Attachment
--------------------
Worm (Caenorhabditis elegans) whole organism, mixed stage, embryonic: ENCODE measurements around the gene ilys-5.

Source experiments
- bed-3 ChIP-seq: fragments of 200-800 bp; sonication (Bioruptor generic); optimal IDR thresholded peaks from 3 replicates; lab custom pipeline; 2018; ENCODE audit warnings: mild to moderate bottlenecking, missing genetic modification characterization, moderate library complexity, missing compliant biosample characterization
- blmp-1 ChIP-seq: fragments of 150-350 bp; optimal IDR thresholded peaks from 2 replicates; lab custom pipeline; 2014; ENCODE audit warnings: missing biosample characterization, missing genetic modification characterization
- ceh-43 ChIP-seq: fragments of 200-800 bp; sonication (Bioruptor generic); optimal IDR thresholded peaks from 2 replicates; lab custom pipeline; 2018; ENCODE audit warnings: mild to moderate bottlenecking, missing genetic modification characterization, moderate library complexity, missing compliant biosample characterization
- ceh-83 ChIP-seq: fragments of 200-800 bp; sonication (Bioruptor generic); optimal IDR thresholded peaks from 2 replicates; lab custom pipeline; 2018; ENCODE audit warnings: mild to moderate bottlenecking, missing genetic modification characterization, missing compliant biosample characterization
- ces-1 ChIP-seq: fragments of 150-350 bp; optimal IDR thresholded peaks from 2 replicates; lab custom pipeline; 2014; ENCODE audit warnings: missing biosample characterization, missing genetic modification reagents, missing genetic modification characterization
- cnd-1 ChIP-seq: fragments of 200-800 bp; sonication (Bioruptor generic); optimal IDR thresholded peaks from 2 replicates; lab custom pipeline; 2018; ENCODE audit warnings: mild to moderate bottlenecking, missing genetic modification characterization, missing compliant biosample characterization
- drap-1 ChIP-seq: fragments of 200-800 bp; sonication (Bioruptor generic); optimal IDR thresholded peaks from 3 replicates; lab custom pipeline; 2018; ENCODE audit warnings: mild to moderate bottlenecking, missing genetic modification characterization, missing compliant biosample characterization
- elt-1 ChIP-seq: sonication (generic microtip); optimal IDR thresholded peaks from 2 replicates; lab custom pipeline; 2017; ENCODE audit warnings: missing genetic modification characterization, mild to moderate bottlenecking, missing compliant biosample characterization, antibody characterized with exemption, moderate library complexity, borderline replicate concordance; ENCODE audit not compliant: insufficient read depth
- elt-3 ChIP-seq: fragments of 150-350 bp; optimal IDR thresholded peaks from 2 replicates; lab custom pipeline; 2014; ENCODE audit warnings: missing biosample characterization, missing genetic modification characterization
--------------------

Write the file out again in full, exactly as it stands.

Worm (Caenorhabditis elegans) whole organism, mixed stage, embryonic: ENCODE measurements around the gene ilys-5.

Source experiments
- bed-3 ChIP-seq: fragments of 200-800 bp; sonication (Bioruptor generic); optimal IDR thresholded peaks from 3 replicates; lab custom pipeline; 2018; ENCODE audit warnings: mild to moderate bottlenecking, missing genetic modification characterization, moderate library complexity, missing compliant biosample characterization
- blmp-1 ChIP-seq: fragments of 150-350 bp; optimal IDR thresholded peaks from 2 replicates; lab custom pipeline; 2014; ENCODE audit warnings: missing biosample characterization, missing genetic modification characterization
- ceh-43 ChIP-seq: fragments of 200-800 bp; sonication (Bioruptor generic); optimal IDR thresholded peaks from 2 replicates; lab custom pipeline; 2018; ENCODE audit warnings: mild to moderate bottlenecking, missing genetic modification characterization, moderate library complexity, missing compliant biosample characterization
- ceh-83 ChIP-seq: fragments of 200-800 bp; sonication (Bioruptor generic); optimal IDR thresholded peaks from 2 replicates; lab custom pipeline; 2018; ENCODE audit warnings: mild to moderate bottlenecking, missing genetic modification characterization, missing compliant biosample characterization
- ces-1 ChIP-seq: fragments of 150-350 bp; optimal IDR thresholded peaks from 2 replicates; lab custom pipeline; 2014; ENCODE audit warnings: missing biosample characterization, missing genetic modification reagents, missing genetic modification characterization
- cnd-1 ChIP-seq: fragments of 200-800 bp; sonication (Bioruptor generic); optimal IDR thresholded peaks from 2 replicates; lab custom pipeline; 2018; ENCODE audit warnings: mild to moderate bottlenecking, missing genetic modification characterization, missing compliant biosample characterization
- drap-1 ChIP-seq: fragments of 200-800 bp; sonication (Bioruptor generic); optimal IDR thresholded peaks from 3 replicates; lab custom pipeline; 2018; ENCODE audit warnings: mild to moderate bottlenecking, missing genetic modification characterization, missing compliant biosample characterization
- elt-1 ChIP-seq: sonication (generic microtip); optimal IDR thresholded peaks from 2 replicates; lab custom pipeline; 2017; ENCODE audit warnings: missing genetic modification characterization, mild to moderate bottlenecking, missing compliant biosample characterization, antibody characterized with exemption, moderate library complexity, borderline replicate concordance; ENCODE audit not compliant: insufficient read depth
- elt-3 ChIP-seq: fragments of 150-350 bp; optimal IDR thresholded peaks from 2 replicates; lab custom pipeline; 2014; ENCODE audit warnings: missing biosample characterization, missing genetic modification characterization